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Technics SL-100C Review

My Technics SL-100C review is about a turntable that will appeal to those who like high-end stuff with simple and comfortable functionality. This model of the already legendary SL line is a bit cheaper than the bestselling Technics SL-1500C, which at the same time, has retained many of its features. So it’s worth taking a closer look at it, isn’t it? I’ll tell you the differences and advantages (and disadvantages) I found in the SL-100C.

Technics SL-100C

The exterior of the turntable is magnificent. It represents the Premium Class, and its elegance, sleekness, and minimalism say it all. The body has increased stiffness and a highly damped insulator. These factors and its rather heavy weight of 21.82 lbs provide excellent anti-resonance and damping of own and external vibrations. The platter combines a dual-layer structure of rubber and aluminum. Playing the record is very smooth and soft; I could literally feel it.

The matte black case measures 453 x 169 x 372 mm and is a detailed reproduction of the Technics SL-1500C design. The same control buttons: On/Off, Start/Stop, and gear change, as well as the elegant high-sensitivity S-shaped aluminum tonearm of high precision. The only difference is that all these parts are silver, not black, like the SL-1500C.

The package, of course, includes a dust cover. All in all, the Technics record player is made for style connoisseurs. I like it very much.

Technics SL-100C photo

The SL-100C turntable is also restrained in its technical features, as it should be in the upper class. But all the parts are of high quality and reliable. And also replaceable, which for me is extremely important. After all, if I want to invest a lot of money in a device, I want it to serve me for a long time.

I should probably start with the engine. But, first, and not to repeat the manufacturer’s convoluted definitions, I will limit myself to saying that it is a single-rotor, direct-drive coreless motor, which has already been used in the SL-1200GR. And at this point, it ensures that the platter rotates evenly, reducing resonance to a minimum.

The deck has no phono stage, and this is often found in turntables of this price rank, but I consider it a disadvantage. So you have to buy an external phono stage from the start, and you have already spent a lot. They could have built-in. Incidentally, the SL-500C has one. On the other hand, any self-respecting audiophile will buy an external preamp right after buying the turntable, or maybe even earlier.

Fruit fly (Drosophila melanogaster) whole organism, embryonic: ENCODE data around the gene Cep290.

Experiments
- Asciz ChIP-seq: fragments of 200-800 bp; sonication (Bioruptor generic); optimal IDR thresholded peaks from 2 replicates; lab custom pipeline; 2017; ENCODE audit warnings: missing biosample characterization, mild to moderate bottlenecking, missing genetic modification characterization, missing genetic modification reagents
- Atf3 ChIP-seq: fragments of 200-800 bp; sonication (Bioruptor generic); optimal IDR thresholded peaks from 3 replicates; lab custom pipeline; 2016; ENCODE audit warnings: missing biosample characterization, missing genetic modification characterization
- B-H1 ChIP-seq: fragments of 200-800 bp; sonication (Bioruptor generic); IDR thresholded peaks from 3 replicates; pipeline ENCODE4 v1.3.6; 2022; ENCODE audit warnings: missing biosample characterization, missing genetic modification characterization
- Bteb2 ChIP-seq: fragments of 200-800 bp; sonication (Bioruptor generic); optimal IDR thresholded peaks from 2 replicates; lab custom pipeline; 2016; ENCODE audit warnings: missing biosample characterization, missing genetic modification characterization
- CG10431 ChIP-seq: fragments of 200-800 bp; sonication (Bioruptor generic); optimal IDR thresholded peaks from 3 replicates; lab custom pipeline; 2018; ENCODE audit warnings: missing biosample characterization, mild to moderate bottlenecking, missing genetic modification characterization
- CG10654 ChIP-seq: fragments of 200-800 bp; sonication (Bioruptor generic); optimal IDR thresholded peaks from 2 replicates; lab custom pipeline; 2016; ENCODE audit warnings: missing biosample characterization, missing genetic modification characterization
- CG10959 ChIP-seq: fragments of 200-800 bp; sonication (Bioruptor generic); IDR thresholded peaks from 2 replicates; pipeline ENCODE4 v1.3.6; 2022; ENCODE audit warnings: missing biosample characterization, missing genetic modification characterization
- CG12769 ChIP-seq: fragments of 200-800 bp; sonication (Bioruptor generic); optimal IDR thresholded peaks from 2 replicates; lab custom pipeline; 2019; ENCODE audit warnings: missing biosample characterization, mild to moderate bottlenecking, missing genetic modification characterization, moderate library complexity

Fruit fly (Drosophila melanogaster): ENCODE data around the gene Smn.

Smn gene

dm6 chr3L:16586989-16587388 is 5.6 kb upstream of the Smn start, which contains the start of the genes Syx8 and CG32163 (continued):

On the plus side, the Technics SL-100C plays records at three speeds, which is rare for most turntables. So it is an excellent bonus. I, for example, have a very good collection of old records, and I want them to live on.

Another benefit of the model in question is the stylus with static balance and auto-lift function. I had no problems with the stylus, and it performed very well. An Audio-Technica AT-VM95C cartridge is pre-installed in the tonearm, which includes a tapered stylus, aluminum cantilever, and coil. And, of course, it is replaceable.

Well, the SL-100C sounds great! The excellent balance makes the needle float through the record’s grooves. Extracted sounds are crisp and clear, every instrument can be heard, and there is great detail in the voice. On classical music (I played Beethoven), the upper frequencies sounded delightful, crystal clear, and resonant, yet not ringing. But, in fact, this is exactly what you would expect from a turntable of this rank.

I dare to conclude that it is made for connoisseurs of style and quality, for those who like things to speak for themselves. Of course, true audiophiles will take care to buy a quality external preamplifier and most likely replace the cartridge. But it is safe to say that the turntable will serve you for a long time, pleasing you with the splendor of analog sound.

Key specs

  • Drive type: direct.
  • Operation type: manual.
  • Speeds, RPM: 33 1/3, 45, 78.
  • Phono Pre-Amp: no.
  • USB: no.
  • AUX: no.
  • Bluetooth: no.
  • Speakers: no.
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